Gnarly trails and magic rocks


I remember that first gnarly trail to this day. I found it on my standard out/back run from the dorm. What looked like a little path turned into quite the discovery! Soon the whole cross county team started running it on a regular basis. In the past we had always sought out new training runs sometimes resorting to taking a van to distant places to log our miles. But this trail was different. We could run it over and over but it never got old. We called it the gnarly trail because it had everything: hills, creek crossings, mud, rocks even a few Tarzan vines. Time had no meaning because we never bothered to look at our watches. Simply put — this trail was fun!

Now, almost fifteen years later, I find I spend most of my running time on trails. I have grown accustomed to hours passing without notice. The excitement of never really knowing what lies around the next corner. The hunt for the next gnarly trail. But then again I am a trail and mountain runner. What’s in it for the road runner?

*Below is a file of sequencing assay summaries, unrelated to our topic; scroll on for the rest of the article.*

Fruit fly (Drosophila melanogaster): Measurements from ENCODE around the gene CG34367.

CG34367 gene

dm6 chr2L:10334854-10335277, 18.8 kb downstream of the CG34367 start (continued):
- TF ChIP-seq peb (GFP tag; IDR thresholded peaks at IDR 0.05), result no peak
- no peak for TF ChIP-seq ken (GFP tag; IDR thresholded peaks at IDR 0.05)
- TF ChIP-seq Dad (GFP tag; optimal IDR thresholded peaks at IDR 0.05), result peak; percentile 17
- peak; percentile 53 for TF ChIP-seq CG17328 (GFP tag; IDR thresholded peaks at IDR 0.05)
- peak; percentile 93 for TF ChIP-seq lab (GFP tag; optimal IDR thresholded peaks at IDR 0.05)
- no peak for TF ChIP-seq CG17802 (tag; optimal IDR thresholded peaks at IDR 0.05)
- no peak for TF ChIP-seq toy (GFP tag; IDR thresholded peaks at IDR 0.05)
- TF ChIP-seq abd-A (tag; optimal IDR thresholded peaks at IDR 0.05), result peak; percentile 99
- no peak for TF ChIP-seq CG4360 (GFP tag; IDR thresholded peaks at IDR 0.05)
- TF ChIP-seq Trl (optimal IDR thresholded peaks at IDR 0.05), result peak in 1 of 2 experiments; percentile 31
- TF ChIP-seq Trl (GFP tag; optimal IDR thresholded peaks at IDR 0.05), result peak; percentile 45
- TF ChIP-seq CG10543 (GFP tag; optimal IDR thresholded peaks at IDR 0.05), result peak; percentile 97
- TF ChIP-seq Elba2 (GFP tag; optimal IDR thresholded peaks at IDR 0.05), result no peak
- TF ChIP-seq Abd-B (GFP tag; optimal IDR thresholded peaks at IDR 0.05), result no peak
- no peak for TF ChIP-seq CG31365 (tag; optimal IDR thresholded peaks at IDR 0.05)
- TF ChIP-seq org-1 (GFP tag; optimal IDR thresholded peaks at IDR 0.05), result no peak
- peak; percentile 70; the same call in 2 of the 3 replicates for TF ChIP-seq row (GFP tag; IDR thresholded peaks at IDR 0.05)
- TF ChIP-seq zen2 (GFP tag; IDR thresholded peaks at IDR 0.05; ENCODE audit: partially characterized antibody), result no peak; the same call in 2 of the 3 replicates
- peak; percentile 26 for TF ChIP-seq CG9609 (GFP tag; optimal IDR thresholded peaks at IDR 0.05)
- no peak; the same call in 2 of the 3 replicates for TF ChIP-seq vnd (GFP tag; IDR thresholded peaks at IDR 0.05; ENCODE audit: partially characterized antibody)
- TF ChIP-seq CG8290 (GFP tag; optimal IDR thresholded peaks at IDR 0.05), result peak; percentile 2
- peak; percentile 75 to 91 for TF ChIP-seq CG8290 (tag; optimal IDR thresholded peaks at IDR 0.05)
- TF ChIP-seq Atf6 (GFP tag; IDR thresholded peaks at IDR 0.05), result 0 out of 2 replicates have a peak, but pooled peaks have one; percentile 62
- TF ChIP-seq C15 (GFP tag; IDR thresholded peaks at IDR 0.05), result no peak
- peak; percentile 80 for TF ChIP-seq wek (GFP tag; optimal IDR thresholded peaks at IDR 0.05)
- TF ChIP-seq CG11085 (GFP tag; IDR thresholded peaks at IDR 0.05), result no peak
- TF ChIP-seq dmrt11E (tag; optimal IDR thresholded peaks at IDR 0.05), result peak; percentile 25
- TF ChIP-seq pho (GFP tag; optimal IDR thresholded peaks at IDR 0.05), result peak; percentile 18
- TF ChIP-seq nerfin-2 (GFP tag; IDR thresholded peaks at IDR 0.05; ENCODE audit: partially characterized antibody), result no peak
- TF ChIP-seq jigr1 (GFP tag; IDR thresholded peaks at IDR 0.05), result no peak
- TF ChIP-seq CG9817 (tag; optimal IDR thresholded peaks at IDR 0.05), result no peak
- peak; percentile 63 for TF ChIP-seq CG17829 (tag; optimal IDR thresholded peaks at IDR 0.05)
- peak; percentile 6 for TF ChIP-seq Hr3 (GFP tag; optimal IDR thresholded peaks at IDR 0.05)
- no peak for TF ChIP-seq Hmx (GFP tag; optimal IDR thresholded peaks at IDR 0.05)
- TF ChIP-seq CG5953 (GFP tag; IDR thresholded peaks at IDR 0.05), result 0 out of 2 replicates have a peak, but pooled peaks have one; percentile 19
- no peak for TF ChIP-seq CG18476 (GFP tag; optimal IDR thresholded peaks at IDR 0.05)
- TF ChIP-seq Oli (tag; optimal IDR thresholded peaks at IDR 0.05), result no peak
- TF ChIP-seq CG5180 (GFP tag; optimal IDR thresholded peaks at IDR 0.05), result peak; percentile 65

The next time you go on a run take notice of what happens when your foot strikes the ground. What happens when the next foot strikes the asphalt? And the next? If you are like most people the same thing happens again and again. The repetitive nature of running on a road can bring about our least favorite word — INJURY!

Contrast that to a trail run. I am talking trail here — not a paved bike path. Each individual foot strike is just that — individual. Throw in some rocks, slanted trails, and gravity defying curves and you give your feet and legs a well deserved natural break.

The same goes for the rest of your body and mind. On the road your running form seldom changes except for interruptions — cars, intersections, and the occasional whatever that always seems to break your zombie like trance. Even your mind rarely gets much excitement on a road run. After a while you may find yourself thinking of everything you were trying to get away from when you went on your run in the first place — work, bills and all those nasty little thoughts that creep in unless you run so hard that you only think about stopping. This tedium and monotony can bring about another not so favorite word — BURNOUT!